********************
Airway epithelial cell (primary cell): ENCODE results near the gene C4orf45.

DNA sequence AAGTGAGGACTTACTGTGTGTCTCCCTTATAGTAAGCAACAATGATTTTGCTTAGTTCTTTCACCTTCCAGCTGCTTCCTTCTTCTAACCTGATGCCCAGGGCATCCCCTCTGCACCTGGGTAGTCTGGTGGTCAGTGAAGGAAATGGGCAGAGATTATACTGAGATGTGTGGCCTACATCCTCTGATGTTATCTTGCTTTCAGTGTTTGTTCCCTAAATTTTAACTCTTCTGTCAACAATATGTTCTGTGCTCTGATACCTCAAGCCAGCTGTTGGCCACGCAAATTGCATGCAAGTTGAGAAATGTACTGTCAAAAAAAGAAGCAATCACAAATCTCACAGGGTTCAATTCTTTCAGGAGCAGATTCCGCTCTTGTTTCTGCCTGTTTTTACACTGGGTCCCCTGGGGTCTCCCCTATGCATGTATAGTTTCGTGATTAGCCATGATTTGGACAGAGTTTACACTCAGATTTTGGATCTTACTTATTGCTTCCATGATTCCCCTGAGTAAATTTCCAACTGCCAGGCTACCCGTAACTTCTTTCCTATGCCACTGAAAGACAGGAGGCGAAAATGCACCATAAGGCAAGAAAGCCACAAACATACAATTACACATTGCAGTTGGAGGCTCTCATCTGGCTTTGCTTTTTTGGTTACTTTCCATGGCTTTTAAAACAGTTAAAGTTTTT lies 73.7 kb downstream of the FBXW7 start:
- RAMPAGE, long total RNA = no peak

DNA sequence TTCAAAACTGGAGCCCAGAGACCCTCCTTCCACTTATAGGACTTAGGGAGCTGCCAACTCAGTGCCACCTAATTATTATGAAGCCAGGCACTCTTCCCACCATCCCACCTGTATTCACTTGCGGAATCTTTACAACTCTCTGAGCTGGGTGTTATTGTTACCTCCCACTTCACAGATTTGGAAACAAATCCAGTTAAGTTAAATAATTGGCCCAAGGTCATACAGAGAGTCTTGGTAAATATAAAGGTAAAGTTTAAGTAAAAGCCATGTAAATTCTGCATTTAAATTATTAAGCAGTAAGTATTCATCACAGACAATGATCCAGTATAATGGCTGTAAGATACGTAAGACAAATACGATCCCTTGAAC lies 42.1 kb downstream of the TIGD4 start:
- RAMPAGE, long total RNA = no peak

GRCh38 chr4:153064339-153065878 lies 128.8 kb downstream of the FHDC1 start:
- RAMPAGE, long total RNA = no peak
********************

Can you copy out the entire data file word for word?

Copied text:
Airway epithelial cell (primary cell): ENCODE results near the gene C4orf45.

DNA sequence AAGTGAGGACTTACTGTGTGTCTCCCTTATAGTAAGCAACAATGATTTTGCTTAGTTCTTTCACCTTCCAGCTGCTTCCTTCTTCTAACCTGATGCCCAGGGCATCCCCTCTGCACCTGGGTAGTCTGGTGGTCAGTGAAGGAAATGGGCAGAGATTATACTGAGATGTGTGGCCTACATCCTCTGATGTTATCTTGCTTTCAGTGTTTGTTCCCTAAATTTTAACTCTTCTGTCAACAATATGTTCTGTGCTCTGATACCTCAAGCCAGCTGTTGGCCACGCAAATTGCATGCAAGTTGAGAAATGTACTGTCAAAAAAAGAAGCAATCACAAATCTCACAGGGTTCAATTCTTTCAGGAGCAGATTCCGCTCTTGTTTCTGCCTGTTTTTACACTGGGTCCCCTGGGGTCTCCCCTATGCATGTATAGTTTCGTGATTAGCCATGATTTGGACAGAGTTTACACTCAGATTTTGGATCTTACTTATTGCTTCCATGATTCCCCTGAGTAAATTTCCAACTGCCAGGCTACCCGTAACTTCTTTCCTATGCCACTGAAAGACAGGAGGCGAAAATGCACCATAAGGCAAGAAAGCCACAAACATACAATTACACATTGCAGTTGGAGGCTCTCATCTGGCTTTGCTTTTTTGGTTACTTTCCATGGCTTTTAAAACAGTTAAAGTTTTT lies 73.7 kb downstream of the FBXW7 start:
- RAMPAGE, long total RNA = no peak

DNA sequence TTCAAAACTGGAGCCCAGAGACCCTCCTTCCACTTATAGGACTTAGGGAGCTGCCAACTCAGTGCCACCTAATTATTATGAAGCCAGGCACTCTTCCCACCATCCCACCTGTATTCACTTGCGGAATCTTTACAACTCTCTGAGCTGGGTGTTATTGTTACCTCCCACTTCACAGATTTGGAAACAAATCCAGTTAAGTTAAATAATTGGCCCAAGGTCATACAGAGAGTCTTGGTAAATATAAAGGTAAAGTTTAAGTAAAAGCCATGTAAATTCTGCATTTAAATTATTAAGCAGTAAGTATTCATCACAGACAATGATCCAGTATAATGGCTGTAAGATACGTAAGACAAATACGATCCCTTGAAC lies 42.1 kb downstream of the TIGD4 start:
- RAMPAGE, long total RNA = no peak

GRCh38 chr4:153064339-153065878 lies 128.8 kb downstream of the FHDC1 start:
- RAMPAGE, long total RNA = no peak